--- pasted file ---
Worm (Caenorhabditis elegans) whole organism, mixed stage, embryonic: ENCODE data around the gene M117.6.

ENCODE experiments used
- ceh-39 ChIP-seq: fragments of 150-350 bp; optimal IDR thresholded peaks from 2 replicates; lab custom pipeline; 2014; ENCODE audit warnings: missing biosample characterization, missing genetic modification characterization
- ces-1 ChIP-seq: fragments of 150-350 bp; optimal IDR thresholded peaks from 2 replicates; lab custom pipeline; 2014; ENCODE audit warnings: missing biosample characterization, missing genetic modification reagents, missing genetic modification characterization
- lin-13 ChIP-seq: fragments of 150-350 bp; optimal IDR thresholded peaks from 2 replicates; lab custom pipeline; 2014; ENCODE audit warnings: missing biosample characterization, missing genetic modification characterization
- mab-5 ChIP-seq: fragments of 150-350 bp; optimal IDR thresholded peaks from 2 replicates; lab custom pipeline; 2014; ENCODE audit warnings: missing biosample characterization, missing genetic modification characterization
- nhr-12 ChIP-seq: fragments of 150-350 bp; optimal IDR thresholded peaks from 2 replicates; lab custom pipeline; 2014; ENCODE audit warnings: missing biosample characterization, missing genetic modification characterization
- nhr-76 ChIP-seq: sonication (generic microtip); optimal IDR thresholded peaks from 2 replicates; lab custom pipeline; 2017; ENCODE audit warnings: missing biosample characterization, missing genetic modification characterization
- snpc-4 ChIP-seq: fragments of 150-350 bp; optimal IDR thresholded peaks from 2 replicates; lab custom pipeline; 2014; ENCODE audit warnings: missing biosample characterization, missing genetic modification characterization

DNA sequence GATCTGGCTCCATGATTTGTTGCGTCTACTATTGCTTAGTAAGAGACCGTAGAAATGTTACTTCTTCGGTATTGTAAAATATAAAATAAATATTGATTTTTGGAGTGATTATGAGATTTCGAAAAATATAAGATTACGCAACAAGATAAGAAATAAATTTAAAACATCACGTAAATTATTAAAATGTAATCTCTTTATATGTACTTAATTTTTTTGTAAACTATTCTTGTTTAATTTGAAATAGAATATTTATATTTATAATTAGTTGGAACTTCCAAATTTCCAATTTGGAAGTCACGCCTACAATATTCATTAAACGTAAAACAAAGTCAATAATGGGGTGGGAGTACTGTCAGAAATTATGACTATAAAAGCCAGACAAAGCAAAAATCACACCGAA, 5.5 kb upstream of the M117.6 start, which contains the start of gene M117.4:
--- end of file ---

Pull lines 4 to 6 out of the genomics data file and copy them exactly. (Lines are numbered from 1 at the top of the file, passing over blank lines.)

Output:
- ces-1 ChIP-seq: fragments of 150-350 bp; optimal IDR thresholded peaks from 2 replicates; lab custom pipeline; 2014; ENCODE audit warnings: missing biosample characterization, missing genetic modification reagents, missing genetic modification characterization
- lin-13 ChIP-seq: fragments of 150-350 bp; optimal IDR thresholded peaks from 2 replicates; lab custom pipeline; 2014; ENCODE audit warnings: missing biosample characterization, missing genetic modification characterization
- mab-5 ChIP-seq: fragments of 150-350 bp; optimal IDR thresholded peaks from 2 replicates; lab custom pipeline; 2014; ENCODE audit warnings: missing biosample characterization, missing genetic modification characterization